Thrippunithura, home to the descendants of the erstwhile royals of the kingdom of Kochi, is an eminent historical landmark in Ernakulam. Long reputed as the ‘city of temples’ it was also an important exemplar of architecture and arts, for which the Kochi rulers were avid patrons. The Sree Poornathrayesa temple is a popular religious spot in this district. Thrippunithura, is also renowned as a lively centre of learning for classical Carnatic music, Kathakali and Mohiniattam as well as percussion instruments like the mridangam, chenda and maddalam.
When the royal family settled in Thrippunithura in the 18th century and cemented its connection with the town, a wave of migration of culinary masters from across South India followed.
Here’s an excellent opportunity to delve deep into Thrippunithura culinary expressions, while feasting on the legendary Madapilli cuisine prepared by a descendant of the royal chefs of Cochin.
Why you will love it
- The town is still home to some of the most renowned masters of the famed Kerala vegetarian culinary tradition and masters at preparing Kerala’s iconic traditional feast - the Sadya.
- These culinary masters trace their lineage to the royal chefs of the famed kitchens of the Cochin Royal Family - the Madapillis.
- You'll get to experience a traditional Sadya on a banana leaf with a full spread complete with dishes like - thoran, olan, pachadi, kaalan! This would be a Sadya like no other where you'll also get to try specialities of the royal kitchen like Ellu Curry, Varikasseri and Adamanga.
What you will experience
Cochin's culinary history is as fascinating as the colourful history of this quaint port town which was once the global hub of Spice Trade. Within this rich culinary tradition, some of the simplest and tastiest dishes come from the Royal Kitchens of Cochin - the famed 'Madapillis'.
Discover stories secret recipes from descendants of the royal chefs of Cochin over a lavish lunch with the Cochin royal family. Did you know there’s a whole ritual attached to tucking in to the traditional Kerala sadya, a fest truly meant for a king, though largely composed of 26 vegetarian dishes, though there was time when the thali would comprise a whopping 60 dishes? Served on a banana leaf and eaten with one’s fingers of the right hand, there was a ritual even attached to the placement of the leaf, the serving, the sequence of the dishes – and wrapping up of the meal.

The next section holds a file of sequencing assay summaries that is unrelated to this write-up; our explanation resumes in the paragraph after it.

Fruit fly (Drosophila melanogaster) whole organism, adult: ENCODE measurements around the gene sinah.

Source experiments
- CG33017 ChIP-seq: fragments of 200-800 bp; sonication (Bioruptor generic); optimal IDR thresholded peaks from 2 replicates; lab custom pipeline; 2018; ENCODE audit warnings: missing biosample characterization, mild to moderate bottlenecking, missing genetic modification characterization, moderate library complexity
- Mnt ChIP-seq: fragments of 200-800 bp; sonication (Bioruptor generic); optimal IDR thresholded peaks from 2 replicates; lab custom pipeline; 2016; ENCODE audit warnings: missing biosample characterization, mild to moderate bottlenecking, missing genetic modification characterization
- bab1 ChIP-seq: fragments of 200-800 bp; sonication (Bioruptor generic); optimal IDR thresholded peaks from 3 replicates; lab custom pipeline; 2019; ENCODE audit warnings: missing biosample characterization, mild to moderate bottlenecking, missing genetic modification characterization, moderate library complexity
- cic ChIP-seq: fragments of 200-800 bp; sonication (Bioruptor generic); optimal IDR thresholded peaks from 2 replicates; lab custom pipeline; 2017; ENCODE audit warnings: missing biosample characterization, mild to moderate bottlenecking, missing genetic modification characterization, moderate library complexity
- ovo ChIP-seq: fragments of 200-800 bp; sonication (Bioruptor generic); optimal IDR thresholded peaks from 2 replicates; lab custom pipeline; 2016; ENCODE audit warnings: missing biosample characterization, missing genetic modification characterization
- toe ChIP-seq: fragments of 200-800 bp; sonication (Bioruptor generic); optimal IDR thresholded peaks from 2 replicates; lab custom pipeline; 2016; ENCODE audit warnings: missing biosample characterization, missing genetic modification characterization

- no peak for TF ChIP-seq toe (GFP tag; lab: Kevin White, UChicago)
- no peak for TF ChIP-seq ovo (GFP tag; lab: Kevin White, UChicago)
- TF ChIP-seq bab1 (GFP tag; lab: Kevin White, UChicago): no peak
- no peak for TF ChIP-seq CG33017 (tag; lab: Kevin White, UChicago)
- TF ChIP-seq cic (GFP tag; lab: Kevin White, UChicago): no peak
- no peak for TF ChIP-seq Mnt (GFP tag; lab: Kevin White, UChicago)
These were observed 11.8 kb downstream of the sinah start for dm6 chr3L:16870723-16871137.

While seated for the feast you find that the tapered end of the banana leaf should is facing your left side; the dishes are served from left to right, but you will consume them beginning from the right to the left. There’s a delicate etiquette involved in ending the meal as well. If you are satisfied with the meal, at the end of it you will wrap the upper half of the banana leaf towards the lower half. If the visitor is not pleased with it the leaf is wrapped in reverse. Remember, side dishes such as avial and thoran are as important as the main ones. The journey of this delicious culinary repast is sure to linger in your memory for years to come.
What further enhances this wonderful experience is your meeting with a heritage and travel enthusiast, whose work on heritage conservation and travel are focused on the erstwhile Cochin State, which is slowly disappearing from collective memory along with its built heritage.
He draws his extensive knowledge through his deep connections with the Cochin royal family as his grandfather is the titular Elaya Raja of Cochin. Time permitting, your host will take you to the residential quarters and The Hill Palace Museum before you head for the culinary immersion.